Under such circumstances plaintiff was clearly an invitee toward whom the merchant was bound to exercise ordinary care to keep the aisles in reasonably safe condition and to warn her of existing dangers. (Hodge v. Weinstock, Lubin & Co., 109 Cal. App. 393 [293 P. 80]; Brinkworth v. Sam Seelig Co., 51 Cal. App. 668 [197 P. 427]; Thompson v. B. F. Goodrich Co., 48 Cal. App. 2d 723 [120 P.2d 693]; Sanders v. City of Long Beach, 54 Cal. App. 2d 651 [129 P.2d 571]; Buckingham v. San Joaquin Cotton Oil Co., 128 Cal. App. 94, 98 [16 P.2d 807]; 19 Cal.Jur. 621, § 55.) The relationship of an invitee as distinguished from a mere licensee has been held to exist when it appears that the injured person enters the building or premises of another for a purpose which is of mutual interest to himself and the owner or occupant of the property. (Aguilar v. Riverside Cooperative Creamery Assn., 104 Cal. App. 263, 266 [285 P. 889]; Young v. Bates Valve Bag Corp., 52 Cal. App. 2d 86, 92 [125 P.2d 840].) Clearly the mission of the plaintiff in this action in visiting the mercantile establishment of the appellant at the time of the accident was that of a customer with the purpose of purchasing goods, which rendered her an invitee and not a mere licensee.

[2] The chief contention of the appellant is that the plaintiff may not recover damages for injuries received as a result of stepping into the hole in the surface of the concrete floor of the aisle because the defect was plainly visible and that she was therefore guilty of contributory negligence in failing to exercise reasonable care. It is asserted that the finding of the court that plaintiff was injured, "without fault on her part," is not supported by the evidence. We are of the opinion this court is bound, under the circumstances of this case, by the finding of the trial court in that respect.

In several California decisions it has been held, under circumstances somewhat similar to those of the present case, that a failure to observe an object or defect, which might have been seen by close scrutiny, does not necessarily constitute contributory negligence on the part of one who, without previous knowledge of its existence, is injured thereby. Those authorities hold that the question of contributory negligence should be determined from all of the facts and conditions surrounding the accident complained of; that the issue of contributory negligence is usually one of fact to be determined [65 Cal. App. 2d 327] by the jury or the trial judge, with which solution a reviewing court may not interfere unless it appears as a matter of law that the plaintiff was guilty of a lack of ordinary care. (Neel v. Mannings, Inc., 19 Cal. 2d 647, 655 [122 P.2d 576]; Hodge v. Weinstock, Lubin & Co., supra; Walsh v. Maurice Mercantile Co., 20 Cal. App. 2d 45 [66 P.2d 181]; Brinkworth v. Sam Seelig Co., supra; Thompson v. B. F. Goodrich Co., supra; Sanders v. City of Long Beach, supra; 19 Cal.Jur. 735, § 141.) In the Sanders case the court appropriately said:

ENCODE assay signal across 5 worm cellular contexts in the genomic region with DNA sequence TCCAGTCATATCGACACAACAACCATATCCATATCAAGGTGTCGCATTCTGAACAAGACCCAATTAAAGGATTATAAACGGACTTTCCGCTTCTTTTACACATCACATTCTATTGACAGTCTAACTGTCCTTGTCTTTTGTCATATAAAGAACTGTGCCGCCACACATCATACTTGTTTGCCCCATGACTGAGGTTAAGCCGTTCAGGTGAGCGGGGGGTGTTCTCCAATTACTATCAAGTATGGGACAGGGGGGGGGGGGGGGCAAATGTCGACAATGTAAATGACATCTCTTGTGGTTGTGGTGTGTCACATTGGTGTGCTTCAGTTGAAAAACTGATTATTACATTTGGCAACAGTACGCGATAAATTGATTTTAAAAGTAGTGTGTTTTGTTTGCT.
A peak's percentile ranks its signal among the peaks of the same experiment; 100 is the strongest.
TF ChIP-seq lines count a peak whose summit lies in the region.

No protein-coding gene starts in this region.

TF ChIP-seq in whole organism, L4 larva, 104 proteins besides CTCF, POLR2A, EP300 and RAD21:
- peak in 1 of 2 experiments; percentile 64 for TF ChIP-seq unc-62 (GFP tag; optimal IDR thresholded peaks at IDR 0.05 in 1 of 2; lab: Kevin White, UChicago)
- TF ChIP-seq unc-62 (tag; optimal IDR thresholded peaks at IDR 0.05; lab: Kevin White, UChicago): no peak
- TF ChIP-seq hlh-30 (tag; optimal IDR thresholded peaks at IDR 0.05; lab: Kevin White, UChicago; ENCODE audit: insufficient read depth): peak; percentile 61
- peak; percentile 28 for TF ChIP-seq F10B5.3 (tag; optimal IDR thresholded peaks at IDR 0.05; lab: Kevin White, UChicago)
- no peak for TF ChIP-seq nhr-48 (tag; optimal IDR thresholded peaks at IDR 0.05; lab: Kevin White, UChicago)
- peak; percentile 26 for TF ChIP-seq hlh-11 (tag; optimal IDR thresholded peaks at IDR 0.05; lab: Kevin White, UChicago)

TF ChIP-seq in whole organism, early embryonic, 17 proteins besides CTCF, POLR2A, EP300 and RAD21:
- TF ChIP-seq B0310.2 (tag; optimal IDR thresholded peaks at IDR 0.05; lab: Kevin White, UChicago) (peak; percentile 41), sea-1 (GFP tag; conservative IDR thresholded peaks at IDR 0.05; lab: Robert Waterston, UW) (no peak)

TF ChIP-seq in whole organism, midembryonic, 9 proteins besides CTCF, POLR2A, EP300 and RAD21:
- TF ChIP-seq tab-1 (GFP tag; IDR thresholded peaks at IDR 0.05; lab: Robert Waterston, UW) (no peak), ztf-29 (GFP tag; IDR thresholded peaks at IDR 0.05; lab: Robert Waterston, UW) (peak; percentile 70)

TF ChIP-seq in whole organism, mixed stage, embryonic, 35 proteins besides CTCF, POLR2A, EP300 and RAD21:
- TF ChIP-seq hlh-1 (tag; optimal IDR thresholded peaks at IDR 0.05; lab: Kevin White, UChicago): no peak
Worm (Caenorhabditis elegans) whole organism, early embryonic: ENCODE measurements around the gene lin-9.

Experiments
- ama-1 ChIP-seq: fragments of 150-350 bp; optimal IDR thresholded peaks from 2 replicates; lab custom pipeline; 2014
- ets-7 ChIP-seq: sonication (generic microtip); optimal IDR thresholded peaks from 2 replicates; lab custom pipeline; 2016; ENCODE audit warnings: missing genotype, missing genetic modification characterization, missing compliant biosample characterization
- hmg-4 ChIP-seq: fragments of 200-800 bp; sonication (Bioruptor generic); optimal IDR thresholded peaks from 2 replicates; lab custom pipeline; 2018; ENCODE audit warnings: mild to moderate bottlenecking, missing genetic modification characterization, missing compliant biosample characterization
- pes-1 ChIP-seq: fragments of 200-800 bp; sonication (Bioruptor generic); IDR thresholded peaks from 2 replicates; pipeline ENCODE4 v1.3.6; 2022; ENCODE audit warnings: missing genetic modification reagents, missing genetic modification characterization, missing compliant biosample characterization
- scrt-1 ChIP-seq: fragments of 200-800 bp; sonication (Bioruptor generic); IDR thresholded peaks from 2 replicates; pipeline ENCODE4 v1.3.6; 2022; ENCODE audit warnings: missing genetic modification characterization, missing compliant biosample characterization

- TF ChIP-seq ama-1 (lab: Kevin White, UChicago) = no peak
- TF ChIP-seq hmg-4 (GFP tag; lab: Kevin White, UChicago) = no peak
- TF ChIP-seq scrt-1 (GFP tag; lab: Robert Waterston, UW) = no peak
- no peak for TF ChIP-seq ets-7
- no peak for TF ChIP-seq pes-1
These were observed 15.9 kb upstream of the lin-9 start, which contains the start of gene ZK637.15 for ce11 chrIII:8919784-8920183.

"In each of those cases it was held that the question of contributory negligence was for the jury where the plaintiff invitee tripped and fell over an unexpected but plainly visible obstruction on the floor of fully lighted premises to which the invitation extended, but which obstruction the plaintiff had failed to see."

The principles expressed in the foregoing language are applicable to the present case.